As a consultant, I advise clients that my job is not to consult, but to get a law firm more business. I like to think that my advice is pretty good, and firms have told me that I have helped them make more money (let’s face it folks, that’s what we are talking about here). But, I have heard people say, “we hired a consultant, paid them a ton of money, and nothing ever came of it.”

Michelle Golden of Golden Practices has a post that asks the question “Can Consultants Have More Impact?”  I wonder too, but short of donning a blue leotard outfit with cape and a big “S” on its front, I’m not sure how. There are no guarantees, particularly when the results on dependent on action by the client firm.

Michelle gives us here five “largest barriers” to the implementation of a consultant’s advice by professional firms:

  • Problems and solutions are NOT simple
  • Democratic leadership
  • Complacency
  • Defensiveness
  • Infrastructure

It is worth a firm’s time to read her comments under each. In my view, as to why law firms fail to implement legal marketing strategies, it comes down to a matter of priorities. More specifically, I believe many firms fail at marketing because there is:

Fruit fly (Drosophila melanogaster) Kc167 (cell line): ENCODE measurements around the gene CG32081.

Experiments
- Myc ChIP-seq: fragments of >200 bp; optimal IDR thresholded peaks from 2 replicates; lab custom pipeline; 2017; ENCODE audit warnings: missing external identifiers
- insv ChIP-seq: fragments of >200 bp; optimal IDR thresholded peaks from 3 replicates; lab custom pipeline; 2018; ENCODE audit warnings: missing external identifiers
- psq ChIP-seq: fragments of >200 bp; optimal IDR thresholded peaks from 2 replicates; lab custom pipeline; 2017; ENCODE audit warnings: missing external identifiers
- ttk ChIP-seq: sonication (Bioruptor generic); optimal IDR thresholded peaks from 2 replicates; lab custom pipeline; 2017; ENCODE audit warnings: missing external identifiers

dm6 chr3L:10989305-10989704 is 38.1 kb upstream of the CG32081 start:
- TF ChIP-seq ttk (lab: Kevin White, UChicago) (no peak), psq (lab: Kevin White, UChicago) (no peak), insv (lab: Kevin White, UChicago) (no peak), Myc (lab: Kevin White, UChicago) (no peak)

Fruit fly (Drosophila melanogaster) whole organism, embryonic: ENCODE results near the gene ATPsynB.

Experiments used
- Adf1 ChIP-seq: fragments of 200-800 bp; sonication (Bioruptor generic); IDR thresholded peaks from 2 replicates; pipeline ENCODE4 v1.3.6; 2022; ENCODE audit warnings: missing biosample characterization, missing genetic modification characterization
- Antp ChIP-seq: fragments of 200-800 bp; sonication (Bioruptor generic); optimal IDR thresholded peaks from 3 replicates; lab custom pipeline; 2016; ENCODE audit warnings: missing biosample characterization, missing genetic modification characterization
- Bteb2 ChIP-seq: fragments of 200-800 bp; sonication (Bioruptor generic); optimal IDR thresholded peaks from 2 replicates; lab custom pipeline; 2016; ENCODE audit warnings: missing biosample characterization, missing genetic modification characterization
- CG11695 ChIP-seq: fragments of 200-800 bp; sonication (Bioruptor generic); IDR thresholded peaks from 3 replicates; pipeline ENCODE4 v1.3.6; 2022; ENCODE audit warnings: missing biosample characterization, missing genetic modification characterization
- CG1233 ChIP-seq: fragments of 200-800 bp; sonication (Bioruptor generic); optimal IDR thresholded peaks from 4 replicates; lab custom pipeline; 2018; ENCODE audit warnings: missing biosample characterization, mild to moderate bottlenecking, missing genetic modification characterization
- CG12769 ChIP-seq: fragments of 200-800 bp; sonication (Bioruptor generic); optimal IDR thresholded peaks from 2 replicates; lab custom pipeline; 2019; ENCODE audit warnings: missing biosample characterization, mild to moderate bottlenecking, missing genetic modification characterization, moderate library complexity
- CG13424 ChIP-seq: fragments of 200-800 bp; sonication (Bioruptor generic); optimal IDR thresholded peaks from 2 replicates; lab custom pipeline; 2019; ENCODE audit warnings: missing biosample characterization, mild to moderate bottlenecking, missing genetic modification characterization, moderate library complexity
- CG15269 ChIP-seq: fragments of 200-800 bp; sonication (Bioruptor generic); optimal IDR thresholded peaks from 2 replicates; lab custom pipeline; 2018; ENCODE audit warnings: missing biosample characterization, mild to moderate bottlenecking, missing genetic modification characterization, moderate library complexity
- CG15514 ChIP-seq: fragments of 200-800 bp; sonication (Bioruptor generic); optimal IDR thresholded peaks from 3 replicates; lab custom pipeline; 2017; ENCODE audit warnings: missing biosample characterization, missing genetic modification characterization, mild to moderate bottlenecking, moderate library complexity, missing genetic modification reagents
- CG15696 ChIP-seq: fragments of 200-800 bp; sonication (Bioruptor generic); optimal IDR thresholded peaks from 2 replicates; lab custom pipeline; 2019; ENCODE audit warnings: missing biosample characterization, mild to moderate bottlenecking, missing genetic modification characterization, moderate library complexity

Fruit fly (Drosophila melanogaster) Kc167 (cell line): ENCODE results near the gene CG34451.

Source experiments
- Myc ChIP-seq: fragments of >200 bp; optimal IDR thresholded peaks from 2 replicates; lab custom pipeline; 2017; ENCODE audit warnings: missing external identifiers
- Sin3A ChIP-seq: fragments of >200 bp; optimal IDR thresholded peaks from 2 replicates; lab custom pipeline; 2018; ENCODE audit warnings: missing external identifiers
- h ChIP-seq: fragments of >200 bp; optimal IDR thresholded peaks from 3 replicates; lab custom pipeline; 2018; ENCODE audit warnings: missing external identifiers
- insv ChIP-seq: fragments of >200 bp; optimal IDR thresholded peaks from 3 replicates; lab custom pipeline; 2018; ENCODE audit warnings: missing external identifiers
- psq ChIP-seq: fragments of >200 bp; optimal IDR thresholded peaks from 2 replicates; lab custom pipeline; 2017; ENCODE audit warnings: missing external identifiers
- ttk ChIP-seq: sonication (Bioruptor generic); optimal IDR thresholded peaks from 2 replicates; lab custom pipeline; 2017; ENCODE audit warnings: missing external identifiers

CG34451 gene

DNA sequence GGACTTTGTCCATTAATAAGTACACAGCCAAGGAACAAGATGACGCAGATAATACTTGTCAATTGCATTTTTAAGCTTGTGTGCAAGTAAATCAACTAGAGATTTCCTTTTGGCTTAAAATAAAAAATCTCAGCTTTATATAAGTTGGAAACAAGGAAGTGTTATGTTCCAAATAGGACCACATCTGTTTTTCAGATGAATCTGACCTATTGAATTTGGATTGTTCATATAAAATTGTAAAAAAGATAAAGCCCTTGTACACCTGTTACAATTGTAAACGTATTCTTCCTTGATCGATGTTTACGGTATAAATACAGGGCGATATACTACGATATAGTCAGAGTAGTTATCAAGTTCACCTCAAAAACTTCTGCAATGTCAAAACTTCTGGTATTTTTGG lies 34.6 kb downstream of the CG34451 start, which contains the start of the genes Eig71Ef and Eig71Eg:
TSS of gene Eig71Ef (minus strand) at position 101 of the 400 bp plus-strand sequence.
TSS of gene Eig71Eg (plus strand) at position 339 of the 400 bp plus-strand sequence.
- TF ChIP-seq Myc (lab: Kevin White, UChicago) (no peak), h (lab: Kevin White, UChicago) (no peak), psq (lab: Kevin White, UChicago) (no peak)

• No commitment to change (will only happen when a change is perceived as necessary),
  • No perceived incentive – self-imposed, financial or otherwise – by too many lawyers (many, especially in larger firms, still think the work will always magically appear on their desk; and, of course, compensation is still mainly driven by the billable hour),
  • No leadership (as Michelle accurately states, democracy still reigns in most firms), and
  • A perception that marketing is mainly a drain on revenues (when in fact it is an investment in the firm’s future).

Could consultants do more to change a firm’s priorities? Maybe. But I don’t pretend to have a magic formula.

One solution according to Michelle is for consultants to be more selective in the clients they take, focusing on those “firms with higher likelihood of applying our advice.” I don’t disagree. That will help the consultant’s sanity and reduce frustration, but it doesn’t really solve the problem with those firms in most need of our help. I guess we’ll just have to keep working at finding more implementers.